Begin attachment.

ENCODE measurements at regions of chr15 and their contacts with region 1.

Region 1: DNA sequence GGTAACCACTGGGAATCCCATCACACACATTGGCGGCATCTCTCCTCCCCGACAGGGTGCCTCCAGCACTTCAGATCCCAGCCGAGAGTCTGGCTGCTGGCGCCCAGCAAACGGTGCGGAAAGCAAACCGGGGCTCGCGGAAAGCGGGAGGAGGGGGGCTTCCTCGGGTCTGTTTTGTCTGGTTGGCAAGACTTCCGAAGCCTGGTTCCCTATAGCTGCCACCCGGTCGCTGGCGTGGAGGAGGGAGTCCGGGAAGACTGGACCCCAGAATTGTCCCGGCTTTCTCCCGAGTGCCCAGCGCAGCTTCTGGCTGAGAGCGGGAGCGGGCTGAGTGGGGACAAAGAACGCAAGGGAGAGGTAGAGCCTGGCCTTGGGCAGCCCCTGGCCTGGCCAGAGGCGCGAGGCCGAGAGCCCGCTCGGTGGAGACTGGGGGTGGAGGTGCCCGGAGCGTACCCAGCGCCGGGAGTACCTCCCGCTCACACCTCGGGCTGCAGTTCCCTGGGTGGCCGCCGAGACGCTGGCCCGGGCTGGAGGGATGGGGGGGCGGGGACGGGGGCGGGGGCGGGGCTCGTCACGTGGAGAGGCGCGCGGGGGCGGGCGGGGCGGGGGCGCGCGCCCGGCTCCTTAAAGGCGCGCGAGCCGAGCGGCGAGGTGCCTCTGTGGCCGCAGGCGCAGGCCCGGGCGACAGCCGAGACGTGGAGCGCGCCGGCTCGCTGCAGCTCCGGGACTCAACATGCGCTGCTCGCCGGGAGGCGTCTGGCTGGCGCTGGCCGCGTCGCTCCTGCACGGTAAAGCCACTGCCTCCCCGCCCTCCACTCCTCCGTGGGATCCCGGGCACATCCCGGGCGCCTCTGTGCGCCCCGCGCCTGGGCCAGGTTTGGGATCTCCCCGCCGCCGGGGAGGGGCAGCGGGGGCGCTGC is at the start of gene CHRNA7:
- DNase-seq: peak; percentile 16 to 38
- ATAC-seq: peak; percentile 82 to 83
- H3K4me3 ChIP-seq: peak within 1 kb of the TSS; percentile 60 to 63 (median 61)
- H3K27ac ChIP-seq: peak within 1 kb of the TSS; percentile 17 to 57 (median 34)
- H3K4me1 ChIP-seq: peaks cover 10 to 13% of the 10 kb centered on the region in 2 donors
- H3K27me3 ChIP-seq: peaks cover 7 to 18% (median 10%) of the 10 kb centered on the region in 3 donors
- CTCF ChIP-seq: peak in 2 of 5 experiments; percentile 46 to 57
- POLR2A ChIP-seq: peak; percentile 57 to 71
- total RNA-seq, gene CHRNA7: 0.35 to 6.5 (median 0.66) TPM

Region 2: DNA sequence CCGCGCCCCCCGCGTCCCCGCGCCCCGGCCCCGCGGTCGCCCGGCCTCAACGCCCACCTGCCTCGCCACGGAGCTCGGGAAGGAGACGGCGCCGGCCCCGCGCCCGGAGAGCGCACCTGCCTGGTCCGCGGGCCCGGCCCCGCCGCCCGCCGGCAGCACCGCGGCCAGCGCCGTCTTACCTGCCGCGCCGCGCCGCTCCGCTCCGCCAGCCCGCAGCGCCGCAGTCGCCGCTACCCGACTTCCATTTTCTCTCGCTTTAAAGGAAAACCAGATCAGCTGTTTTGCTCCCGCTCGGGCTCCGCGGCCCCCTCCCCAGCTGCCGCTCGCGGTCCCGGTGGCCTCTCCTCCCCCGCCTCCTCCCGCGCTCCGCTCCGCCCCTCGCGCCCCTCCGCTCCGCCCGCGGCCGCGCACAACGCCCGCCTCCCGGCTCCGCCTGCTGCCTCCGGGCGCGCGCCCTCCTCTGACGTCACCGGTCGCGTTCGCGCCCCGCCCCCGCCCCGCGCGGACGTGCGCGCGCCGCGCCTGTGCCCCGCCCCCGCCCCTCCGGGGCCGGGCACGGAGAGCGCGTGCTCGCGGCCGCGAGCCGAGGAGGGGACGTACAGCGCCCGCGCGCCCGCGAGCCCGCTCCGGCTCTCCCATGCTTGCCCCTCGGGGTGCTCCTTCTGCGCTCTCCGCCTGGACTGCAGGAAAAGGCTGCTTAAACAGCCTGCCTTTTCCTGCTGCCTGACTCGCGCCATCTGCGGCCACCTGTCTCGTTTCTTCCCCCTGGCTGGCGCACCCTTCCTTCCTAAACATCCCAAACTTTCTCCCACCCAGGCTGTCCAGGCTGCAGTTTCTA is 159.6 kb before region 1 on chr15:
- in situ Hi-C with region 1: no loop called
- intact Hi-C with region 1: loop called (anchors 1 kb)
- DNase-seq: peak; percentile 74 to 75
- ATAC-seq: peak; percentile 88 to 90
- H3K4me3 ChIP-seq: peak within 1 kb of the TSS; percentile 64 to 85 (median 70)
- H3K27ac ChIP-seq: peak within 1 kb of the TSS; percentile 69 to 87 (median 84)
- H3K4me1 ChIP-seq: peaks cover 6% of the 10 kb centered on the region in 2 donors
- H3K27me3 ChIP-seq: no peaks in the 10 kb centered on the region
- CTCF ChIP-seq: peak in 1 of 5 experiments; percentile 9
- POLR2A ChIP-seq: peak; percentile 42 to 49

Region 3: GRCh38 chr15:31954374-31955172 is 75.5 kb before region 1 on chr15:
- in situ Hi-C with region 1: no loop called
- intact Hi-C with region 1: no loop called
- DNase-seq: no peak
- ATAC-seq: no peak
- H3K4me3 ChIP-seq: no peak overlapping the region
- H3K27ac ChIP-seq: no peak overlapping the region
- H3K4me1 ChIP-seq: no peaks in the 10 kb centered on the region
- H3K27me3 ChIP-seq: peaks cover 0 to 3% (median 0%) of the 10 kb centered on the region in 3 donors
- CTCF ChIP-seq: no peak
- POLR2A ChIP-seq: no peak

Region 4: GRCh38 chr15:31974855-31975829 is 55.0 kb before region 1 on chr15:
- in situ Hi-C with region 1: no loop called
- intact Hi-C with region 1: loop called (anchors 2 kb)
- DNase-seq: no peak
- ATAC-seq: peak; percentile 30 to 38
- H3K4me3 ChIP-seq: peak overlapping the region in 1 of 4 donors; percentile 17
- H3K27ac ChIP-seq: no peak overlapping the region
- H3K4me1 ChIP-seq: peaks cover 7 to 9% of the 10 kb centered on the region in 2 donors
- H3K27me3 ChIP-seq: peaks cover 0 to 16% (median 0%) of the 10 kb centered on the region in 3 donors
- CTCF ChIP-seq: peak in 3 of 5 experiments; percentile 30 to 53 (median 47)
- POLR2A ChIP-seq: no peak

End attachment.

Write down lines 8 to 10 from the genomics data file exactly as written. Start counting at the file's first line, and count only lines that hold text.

- H3K27me3 ChIP-seq: peaks cover 7 to 18% (median 10%) of the 10 kb centered on the region in 3 donors
- CTCF ChIP-seq: peak in 2 of 5 experiments; percentile 46 to 57
- POLR2A ChIP-seq: peak; percentile 57 to 71